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Defined benefit pension schemes in deficit need solutions, but all they have been provided with by the government and the Pensions Board are impossible choices say Mercer, pension and investment experts.
The Pensions Board today published new funding rules for defined benefit pension schemes. The main features are:
- Schemes will normally be given until 2023 to clear existing deficits
- A risk reserve will be required with effect from 1 January 2016
- Where schemes hold sovereign annuities or sovereign bonds, they will be allowed credit for these in their funding standard calculations.
Commenting on the new rules, Michael Madden, a partner in Mercer, said: “While we welcome the fact that employers and trustees finally have clarity on what pension schemes have to do after a long period with effectively no funding regulations in place, the new rules will unfortunately add to the stress being experienced by most pension schemes instead of relieving it.” He also noted that, “having taken nearly four years to decide on this structure, the authorities have not been so accommodating to employers and trustees, giving them only 6 months in most cases to do the work necessary to implement the new rules.”
Mr Madden added: “The new requirement for a risk reserve, in particular, will add to the funding burden and some employers, regrettably, will simply not be able to cope with it. We fear that some schemes that might otherwise have been able to continue will now be forced to wind up, with poor outcomes for members.”
Mr Madden said that a risk reserve was a good idea in theory, as it would provide a cushion against potential poor experience in the future. “The problem with it, though, is that employers in Ireland do not have to have a pension scheme in the first place, and secondly, if they have a deficit, they have no statutory obligation to eliminate it. If, in addition to funding deficits, they also have to finance a risk reserve that may be 10%-20% of scheme liabilities, they may walk away from their scheme altogether. If this happens, scheme members may end up with lower benefits than they were expecting to receive. This cannot be in members’ best interests.”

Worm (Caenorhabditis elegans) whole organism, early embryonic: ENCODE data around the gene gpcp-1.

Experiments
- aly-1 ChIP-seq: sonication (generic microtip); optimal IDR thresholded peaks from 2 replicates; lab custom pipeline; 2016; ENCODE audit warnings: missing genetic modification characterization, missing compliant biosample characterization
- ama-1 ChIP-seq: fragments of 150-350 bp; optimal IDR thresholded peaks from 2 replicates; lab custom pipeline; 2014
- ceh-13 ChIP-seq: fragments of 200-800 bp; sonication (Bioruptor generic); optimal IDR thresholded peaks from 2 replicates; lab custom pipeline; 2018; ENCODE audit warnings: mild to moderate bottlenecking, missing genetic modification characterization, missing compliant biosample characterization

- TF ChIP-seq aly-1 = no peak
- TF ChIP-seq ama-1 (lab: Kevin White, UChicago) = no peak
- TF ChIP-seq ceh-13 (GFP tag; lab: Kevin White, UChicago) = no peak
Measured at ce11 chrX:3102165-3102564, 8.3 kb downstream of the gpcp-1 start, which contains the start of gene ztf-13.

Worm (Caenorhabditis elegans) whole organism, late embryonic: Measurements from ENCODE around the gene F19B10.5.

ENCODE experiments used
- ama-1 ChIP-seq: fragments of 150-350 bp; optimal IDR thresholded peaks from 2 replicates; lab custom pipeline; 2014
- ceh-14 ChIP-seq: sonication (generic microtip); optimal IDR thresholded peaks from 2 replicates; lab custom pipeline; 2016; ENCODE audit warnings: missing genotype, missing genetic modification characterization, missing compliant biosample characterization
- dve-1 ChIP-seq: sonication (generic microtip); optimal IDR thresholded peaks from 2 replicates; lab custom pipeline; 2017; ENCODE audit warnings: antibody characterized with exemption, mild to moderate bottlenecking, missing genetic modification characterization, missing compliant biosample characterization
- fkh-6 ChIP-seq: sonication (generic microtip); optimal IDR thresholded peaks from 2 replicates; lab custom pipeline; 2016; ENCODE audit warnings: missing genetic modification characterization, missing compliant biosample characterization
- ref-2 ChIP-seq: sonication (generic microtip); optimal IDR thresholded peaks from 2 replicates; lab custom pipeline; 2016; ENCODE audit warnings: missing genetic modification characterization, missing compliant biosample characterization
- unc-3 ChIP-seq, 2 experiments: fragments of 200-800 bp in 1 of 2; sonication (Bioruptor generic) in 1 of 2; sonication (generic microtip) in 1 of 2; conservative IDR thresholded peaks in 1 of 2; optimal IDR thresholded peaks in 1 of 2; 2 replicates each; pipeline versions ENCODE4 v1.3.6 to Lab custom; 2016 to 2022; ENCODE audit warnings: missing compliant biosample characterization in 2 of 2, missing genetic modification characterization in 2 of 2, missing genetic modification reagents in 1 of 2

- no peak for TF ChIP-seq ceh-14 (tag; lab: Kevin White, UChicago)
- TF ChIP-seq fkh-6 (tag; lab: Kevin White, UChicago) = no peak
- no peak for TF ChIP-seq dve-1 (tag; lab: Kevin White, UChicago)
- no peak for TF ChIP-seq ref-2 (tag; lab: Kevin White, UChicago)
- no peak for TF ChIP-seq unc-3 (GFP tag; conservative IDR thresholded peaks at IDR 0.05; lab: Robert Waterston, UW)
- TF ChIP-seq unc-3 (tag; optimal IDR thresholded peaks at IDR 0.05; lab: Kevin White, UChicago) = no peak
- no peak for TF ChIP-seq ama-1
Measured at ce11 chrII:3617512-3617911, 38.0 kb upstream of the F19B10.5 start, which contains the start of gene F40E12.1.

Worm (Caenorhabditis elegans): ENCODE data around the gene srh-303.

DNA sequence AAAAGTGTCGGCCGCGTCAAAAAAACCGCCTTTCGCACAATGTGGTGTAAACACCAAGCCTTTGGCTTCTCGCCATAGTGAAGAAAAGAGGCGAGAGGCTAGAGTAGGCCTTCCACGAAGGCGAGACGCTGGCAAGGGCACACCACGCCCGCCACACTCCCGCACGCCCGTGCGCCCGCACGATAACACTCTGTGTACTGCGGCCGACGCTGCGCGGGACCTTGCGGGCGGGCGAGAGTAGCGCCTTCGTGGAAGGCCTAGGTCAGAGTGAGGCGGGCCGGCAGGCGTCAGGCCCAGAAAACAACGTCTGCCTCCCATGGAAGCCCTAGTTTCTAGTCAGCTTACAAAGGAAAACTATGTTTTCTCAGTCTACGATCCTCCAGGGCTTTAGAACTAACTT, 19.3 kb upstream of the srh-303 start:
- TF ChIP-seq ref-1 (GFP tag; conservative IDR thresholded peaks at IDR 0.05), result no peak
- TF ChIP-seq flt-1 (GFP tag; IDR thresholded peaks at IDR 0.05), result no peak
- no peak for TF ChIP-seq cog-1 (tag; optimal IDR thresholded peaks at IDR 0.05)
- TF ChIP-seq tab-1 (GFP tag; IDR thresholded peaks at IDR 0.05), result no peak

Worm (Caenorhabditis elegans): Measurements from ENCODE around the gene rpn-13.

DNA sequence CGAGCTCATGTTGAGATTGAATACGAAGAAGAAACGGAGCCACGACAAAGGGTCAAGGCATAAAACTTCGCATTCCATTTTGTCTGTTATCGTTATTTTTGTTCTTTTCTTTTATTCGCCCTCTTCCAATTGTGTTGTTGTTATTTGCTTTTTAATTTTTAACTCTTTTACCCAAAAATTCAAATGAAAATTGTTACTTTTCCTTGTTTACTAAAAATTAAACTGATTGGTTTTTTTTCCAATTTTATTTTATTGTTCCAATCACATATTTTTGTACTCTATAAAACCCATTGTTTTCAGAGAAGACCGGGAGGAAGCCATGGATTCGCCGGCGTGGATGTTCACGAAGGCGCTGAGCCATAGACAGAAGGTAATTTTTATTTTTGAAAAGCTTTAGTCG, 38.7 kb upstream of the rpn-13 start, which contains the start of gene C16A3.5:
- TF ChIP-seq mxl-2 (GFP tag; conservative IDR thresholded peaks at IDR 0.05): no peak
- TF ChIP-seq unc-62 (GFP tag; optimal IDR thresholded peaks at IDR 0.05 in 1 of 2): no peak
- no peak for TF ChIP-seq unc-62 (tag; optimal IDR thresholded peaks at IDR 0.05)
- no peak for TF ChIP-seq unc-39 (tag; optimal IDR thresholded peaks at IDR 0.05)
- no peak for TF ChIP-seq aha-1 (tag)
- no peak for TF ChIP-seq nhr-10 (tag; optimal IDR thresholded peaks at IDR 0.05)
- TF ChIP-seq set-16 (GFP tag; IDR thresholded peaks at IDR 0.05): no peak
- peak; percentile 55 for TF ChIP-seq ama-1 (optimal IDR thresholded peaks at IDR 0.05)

The other main measure announced by the Board is a lowering of the reserves that need to be held if a scheme invests in sovereign annuities or sovereign bonds. The principle here is that rather than measuring pension liabilities by reference to the low yields prevailing on German bonds and those of other “safe haven” countries, which is what happens at present, trustees can use higher-yielding bonds such as those issued by the Irish government to measure their liabilities.
The catch is that, should the Irish government default on its debt, pension scheme members can have their benefits reduced. Many pension scheme trustees would not be comfortable to pass on this default risk to pensioners. So, for many schemes, sovereign annuities or sovereign bonds will not be a realistic source of relief.
Mr Madden observed: “Over the coming months, as trustees grapple with their funding problems, many will feel that government has unfairly passed the buck to them by failing to legislate effectively and leaving them with impossible choices. The fear is that these new rules will actually accelerate the demise of defined benefit pension schemes rather than trying to help employers maintain them in difficult circumstances.”
Mercer is a leading global provider of consulting, outsourcing and investment services. Mercer works with clients to solve their most complex benefit and human capital issues, designing and helping manage health, retirement and other benefits. It is a leader in benefit outsourcing. Mercer’s investment services include investment consulting and investment management. Mercer’s 20,000 employees are based in more than 40 countries. The company is a wholly owned subsidiary of Marsh & McLennan Companies, Inc., which lists its stock (ticker symbol: MMC) on the New York, Chicago and London stock exchanges. For more information, visit www.mercer.com